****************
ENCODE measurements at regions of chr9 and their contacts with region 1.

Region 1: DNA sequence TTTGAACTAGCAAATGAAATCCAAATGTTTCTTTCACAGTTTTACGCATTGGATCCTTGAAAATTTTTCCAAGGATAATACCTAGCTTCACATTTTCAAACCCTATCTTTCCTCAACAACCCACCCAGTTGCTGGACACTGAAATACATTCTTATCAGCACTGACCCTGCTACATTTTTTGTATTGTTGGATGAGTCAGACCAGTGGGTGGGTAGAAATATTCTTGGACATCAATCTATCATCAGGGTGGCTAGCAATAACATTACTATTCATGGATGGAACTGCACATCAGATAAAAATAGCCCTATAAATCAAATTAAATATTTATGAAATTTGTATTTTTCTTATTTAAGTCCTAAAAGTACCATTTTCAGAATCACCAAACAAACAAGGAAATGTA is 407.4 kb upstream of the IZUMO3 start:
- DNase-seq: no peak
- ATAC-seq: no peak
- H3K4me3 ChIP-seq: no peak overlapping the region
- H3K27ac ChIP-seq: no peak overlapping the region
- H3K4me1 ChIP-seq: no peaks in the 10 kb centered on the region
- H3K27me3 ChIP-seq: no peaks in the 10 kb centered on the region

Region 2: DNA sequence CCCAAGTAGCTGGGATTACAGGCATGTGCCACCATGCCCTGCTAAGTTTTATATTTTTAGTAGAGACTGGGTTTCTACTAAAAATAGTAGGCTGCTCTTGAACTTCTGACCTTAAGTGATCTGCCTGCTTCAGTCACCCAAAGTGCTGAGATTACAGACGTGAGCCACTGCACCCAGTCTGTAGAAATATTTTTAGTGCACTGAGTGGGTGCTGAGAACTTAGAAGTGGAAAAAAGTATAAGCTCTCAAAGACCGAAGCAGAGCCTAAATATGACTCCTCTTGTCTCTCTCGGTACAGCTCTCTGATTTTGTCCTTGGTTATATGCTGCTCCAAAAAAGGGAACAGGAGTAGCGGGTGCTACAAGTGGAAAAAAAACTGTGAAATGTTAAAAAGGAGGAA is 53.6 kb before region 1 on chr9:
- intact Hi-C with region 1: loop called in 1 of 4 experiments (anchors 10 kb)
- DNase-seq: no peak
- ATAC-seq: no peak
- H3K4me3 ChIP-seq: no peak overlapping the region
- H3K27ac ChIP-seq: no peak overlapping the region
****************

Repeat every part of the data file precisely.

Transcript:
ENCODE measurements at regions of chr9 and their contacts with region 1.

Region 1: DNA sequence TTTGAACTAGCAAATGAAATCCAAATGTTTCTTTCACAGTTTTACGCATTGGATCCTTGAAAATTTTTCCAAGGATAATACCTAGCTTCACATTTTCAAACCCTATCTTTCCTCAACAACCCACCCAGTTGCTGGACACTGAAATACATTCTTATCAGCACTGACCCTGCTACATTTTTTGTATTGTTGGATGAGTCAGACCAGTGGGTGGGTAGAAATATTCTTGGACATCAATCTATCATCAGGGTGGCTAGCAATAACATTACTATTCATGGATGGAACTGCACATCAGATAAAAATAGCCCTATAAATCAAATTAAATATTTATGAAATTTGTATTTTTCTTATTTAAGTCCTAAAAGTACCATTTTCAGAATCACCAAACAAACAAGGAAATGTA is 407.4 kb upstream of the IZUMO3 start:
- DNase-seq: no peak
- ATAC-seq: no peak
- H3K4me3 ChIP-seq: no peak overlapping the region
- H3K27ac ChIP-seq: no peak overlapping the region
- H3K4me1 ChIP-seq: no peaks in the 10 kb centered on the region
- H3K27me3 ChIP-seq: no peaks in the 10 kb centered on the region

Region 2: DNA sequence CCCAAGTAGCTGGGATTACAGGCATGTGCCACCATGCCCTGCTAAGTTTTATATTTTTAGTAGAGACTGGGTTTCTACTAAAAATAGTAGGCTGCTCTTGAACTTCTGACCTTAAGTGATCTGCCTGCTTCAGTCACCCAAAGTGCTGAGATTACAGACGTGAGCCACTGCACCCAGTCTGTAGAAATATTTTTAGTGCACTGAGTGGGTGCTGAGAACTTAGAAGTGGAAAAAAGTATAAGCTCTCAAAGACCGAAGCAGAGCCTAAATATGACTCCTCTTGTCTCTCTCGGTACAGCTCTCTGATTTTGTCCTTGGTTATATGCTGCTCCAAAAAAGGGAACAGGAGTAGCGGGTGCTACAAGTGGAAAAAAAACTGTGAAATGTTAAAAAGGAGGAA is 53.6 kb before region 1 on chr9:
- intact Hi-C with region 1: loop called in 1 of 4 experiments (anchors 10 kb)
- DNase-seq: no peak
- ATAC-seq: no peak
- H3K4me3 ChIP-seq: no peak overlapping the region
- H3K27ac ChIP-seq: no peak overlapping the region